This week saw the launch Chris Bryant's Protect The Protectors Private Member’s Bill, which aims to secure greater protections for emergency service workers. It carries on where my attempts in the last parliament left off, and could not come at a more important time. Cuts to the number of police officers on our streets have not only left our communities less safe, but officers themselves are now more vulnerable as well.

As an MP I work closely with the local neighbourhood policing teams in my constituency of Halifax. There is some outstanding work going on to address the underlying causes of crime, to tackle antisocial behaviour, and to build trust and engagement across communities. I am always amazed that neighbourhood police officers seem to know the name of every kid in their patch. However cuts to West Yorkshire Police, which have totalled more than £160m since 2010, have meant that the number of neighbourhood officers in my district has been cut by half in the last year, as the budget squeeze continues and more resources are drawn into counter-terrorism and other specialisms .

Overall, West Yorkshire Police have seen a loss of around 1,200 officers. West Yorkshire Police Federation chairman Nick Smart is clear about the result: "To say it’s had no effect on frontline policing is just a nonsense.” Yet for years the Conservatives have argued just this, with the Prime Minister recently telling MPs that crime was at a record low, and ministers frequently arguing that the changing nature of crime means that the number of officers is a poor measure of police effectiveness. These figures today completely debunk that myth.

Constituents are also increasingly coming to me with concerns that crimes are not investigated once they are reported. Where the police simply do not have the resources to follow-up and attend or investigate crimes, communities lose faith and the criminals grow in confidence.

A frequently overlooked part of this discussion is that the demands on police have increased hugely, often in some unexpected ways. A clear example of this is that cuts in our mental health services have resulted in police officers having to deal with mental health issues in the custody suite. While on shift with the police last year, I saw how an average night included a series of people detained under the Mental Health Act. Due to a lack of specialist beds, vulnerable patients were held in a police cell, or even in the back of a police car, for their own safety. We should all be concerned that the police are becoming a catch-all for the state’s failures.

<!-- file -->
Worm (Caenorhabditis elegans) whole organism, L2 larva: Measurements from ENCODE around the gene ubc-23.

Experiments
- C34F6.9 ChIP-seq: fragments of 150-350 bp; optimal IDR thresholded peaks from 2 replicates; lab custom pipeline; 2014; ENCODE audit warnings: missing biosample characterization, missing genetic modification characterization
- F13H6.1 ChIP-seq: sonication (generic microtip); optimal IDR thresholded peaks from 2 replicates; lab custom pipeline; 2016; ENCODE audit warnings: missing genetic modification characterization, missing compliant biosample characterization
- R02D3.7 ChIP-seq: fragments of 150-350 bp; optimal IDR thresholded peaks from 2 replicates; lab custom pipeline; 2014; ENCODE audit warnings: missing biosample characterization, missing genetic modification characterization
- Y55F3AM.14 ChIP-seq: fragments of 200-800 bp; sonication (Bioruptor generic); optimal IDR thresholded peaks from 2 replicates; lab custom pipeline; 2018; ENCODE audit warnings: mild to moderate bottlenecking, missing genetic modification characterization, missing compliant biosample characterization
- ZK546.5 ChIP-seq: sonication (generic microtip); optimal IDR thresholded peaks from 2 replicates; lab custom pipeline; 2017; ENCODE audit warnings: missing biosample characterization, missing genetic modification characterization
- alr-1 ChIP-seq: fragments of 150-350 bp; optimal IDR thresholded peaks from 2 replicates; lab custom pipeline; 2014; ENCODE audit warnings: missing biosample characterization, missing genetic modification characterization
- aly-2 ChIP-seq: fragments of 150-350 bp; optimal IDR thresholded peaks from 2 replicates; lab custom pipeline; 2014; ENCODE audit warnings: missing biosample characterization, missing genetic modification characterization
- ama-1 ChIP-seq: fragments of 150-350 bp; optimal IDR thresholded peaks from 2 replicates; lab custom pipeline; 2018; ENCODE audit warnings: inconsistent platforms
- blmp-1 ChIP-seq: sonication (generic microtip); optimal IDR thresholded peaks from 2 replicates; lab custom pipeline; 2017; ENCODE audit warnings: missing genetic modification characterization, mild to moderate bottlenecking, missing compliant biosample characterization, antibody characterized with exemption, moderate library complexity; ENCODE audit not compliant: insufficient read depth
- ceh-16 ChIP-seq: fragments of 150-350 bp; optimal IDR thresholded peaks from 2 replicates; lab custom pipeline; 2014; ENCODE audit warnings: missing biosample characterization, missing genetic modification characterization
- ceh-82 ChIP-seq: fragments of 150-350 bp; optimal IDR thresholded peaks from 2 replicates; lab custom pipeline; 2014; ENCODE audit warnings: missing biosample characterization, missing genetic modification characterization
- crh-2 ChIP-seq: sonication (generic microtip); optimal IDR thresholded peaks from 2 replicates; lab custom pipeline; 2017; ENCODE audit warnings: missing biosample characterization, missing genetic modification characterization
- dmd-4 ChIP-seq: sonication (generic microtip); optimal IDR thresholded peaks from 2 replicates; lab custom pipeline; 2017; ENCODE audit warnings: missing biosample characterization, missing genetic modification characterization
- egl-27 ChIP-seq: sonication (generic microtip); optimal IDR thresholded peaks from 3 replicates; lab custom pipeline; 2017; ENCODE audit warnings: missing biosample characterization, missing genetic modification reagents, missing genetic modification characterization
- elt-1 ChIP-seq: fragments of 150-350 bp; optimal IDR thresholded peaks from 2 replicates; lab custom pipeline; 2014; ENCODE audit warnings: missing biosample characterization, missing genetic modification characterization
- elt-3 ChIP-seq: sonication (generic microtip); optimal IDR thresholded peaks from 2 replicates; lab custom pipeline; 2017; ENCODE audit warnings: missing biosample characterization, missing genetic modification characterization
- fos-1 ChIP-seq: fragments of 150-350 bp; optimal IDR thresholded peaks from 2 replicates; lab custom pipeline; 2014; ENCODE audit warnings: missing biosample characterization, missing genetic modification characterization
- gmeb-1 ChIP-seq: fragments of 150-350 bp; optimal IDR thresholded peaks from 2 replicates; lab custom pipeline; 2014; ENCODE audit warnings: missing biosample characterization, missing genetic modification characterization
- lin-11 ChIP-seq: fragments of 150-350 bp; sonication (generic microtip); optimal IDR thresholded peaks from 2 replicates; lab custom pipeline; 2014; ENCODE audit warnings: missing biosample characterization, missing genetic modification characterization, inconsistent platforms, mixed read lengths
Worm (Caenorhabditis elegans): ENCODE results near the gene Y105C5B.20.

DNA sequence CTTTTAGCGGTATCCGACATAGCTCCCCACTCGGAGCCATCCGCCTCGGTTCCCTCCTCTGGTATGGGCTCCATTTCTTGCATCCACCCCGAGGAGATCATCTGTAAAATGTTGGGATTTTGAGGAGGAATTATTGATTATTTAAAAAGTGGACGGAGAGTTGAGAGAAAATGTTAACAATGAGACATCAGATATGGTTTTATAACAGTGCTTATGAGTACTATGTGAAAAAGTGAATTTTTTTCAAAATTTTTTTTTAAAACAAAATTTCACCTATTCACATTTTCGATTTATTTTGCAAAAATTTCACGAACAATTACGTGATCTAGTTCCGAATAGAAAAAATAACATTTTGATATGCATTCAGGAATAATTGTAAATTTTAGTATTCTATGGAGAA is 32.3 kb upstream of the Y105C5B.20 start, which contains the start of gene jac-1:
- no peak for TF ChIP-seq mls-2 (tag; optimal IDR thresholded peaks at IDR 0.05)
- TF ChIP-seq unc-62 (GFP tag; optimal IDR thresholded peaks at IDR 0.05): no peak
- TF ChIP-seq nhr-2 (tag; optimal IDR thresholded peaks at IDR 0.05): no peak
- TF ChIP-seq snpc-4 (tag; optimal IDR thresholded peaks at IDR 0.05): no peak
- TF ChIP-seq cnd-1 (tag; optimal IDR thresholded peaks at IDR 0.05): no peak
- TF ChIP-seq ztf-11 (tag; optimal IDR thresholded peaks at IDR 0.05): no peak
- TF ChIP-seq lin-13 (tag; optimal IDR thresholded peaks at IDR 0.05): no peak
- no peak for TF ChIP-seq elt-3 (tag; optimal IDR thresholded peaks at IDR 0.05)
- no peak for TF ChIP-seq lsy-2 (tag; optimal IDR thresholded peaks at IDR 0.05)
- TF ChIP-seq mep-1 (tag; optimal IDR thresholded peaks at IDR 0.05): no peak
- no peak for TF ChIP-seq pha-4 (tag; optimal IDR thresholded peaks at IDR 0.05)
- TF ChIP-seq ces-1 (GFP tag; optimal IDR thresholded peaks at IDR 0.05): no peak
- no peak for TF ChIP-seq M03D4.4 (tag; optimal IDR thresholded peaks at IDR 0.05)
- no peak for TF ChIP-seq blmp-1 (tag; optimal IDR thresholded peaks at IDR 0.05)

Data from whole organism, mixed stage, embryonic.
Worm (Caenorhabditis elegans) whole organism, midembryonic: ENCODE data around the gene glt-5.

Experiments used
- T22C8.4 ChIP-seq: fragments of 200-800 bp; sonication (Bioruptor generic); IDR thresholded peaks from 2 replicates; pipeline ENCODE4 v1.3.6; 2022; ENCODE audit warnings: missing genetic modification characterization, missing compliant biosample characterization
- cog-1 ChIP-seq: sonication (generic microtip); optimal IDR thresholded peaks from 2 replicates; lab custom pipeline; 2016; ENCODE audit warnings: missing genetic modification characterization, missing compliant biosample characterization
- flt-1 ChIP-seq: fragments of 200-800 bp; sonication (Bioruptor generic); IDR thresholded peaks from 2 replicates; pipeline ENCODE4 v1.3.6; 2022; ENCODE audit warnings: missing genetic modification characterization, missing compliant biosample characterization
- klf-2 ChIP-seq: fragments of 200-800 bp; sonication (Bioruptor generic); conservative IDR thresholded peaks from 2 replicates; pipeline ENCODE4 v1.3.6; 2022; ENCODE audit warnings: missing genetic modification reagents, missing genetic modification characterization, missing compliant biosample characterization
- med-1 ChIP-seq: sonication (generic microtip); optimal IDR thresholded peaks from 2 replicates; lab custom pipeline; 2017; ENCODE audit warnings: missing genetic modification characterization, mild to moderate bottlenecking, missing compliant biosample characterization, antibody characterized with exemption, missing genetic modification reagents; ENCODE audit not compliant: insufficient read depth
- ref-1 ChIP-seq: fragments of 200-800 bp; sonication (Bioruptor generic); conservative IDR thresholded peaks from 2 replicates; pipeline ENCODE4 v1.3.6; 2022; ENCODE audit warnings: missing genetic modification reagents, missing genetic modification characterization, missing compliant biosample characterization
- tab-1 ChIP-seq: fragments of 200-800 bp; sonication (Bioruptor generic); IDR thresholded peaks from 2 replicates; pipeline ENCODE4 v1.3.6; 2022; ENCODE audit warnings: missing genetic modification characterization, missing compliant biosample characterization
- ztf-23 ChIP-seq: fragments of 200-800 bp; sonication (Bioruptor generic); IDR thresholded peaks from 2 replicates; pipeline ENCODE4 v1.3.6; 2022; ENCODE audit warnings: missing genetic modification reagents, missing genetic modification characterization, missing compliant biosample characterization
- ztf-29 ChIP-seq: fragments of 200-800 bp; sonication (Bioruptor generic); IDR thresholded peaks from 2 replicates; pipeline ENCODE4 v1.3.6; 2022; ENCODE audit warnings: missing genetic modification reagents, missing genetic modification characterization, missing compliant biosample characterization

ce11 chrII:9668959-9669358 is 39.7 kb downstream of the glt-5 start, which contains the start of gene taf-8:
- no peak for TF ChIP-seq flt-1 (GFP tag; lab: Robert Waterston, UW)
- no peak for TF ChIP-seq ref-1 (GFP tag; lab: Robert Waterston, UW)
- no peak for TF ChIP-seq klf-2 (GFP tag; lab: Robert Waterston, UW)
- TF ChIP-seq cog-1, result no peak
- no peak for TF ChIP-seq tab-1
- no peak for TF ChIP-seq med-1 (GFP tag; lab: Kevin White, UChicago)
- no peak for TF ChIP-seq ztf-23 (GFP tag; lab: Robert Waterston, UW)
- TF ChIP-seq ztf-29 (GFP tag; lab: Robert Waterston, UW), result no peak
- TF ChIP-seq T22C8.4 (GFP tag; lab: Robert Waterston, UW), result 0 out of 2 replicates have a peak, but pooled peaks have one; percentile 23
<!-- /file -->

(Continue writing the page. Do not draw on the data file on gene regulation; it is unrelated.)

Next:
While the politically charged campaign to restore police numbers is ongoing, Protect The Protectors is seeking to build cross-party support for measures that would offer greater protections to officers immediately. In February, the Police Federation of England and Wales released the results of its latest welfare survey data which suggest that there were more than two million unarmed physical assaults on officers over a 12-month period, and a further 302,842 assaults using a deadly weapon.

This is partly due to an increase in single crewing, which sees officers sent out on their own into often hostile circumstances. Morale in the police has suffered hugely in recent years and almost every front-line officer will be able to recall a time when they were recently assaulted.

If we want to tackle this undeniable rise in violent crime, then a large part of the solution is protecting those who protect us; strengthening the law to keep them from harm where possible, restoring morale by removing the pay cap, and most importantly, increasing their numbers.

Holly Lynch is the MP for Halifax. The Protect the Protectors bill will get its second reading on the Friday 20th October.